Early Religions Of The Middle East

1326 Words Jun 20th, 2018 6 Pages
Early religions have been studied very extensively, and continue to be a predominant topic among many scholars and historians. This could be due to the fact that there are so many different types of religious, and each religion having their own written guidelines, but yet most are very closely related. Whither looking at primary sources or secondary, one thing is for sure, and that is that the early religions can often be confused due to their closeness in nature. This Bibliographic essay will hopefully be helpful when sorting through information in order to write an exceptional paper.

(The Holy Bible, Revised Standard Edition. New York: Romans 1, 5, 10; Matthew 5, 6, 1952.) From the book of Matthew in chapter 5, otherwise known
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New York: Garland Publishing, 1981.) This source is one of the major readings of the New Hindu religion. Although there are many different “Purana’s” this one gives the most information to help define this religion. Much like the previously mentioned sources, this source offers its own version of stories such as, a creation story, a tales of how man was formed, and also guidelines for how one should live a proper life. This primary source, much like the others, also gives detailed instructions on a verity of rituals in which must be preformed in order to achieve a complete and full life. Another interesting item this source offers is a flood story, much like the one that can be found in most all sources from this time period. This tends to be a common story, and shows a lot about this time period. This also proves that everyone, no matter what race, religion, or region of the earth they live on has questions about where they come from, how they got here, why they are where they are today, and how they should live their lives. This common tie can be found in all aspects of any religion, and is quite interesting when aligning these early religious readings. One draw back of the Vishnu Purana was it was extremely difficult to read and fallow, which may cause some confusion, but other than that, it could be used for some very good correlation methods in comparing and contrasting these religions.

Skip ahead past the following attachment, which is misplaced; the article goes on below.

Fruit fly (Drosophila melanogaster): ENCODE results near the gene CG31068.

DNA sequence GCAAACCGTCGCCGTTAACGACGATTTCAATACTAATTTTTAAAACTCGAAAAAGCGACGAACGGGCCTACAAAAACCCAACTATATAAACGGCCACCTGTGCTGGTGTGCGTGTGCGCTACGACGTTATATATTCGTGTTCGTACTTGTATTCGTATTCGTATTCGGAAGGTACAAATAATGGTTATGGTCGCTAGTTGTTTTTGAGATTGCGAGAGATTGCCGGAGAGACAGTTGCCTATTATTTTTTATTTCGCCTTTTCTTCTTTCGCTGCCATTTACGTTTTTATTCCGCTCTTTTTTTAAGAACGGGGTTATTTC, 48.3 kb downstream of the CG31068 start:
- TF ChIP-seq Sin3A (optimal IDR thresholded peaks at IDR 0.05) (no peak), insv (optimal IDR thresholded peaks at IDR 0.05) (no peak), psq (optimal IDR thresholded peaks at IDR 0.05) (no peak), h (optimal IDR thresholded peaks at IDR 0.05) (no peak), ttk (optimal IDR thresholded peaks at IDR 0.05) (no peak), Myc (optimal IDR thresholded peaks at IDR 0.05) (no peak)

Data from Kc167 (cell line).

(The Bhagavad-Gita. Stoler Miller, Barbara. Bantam Books,
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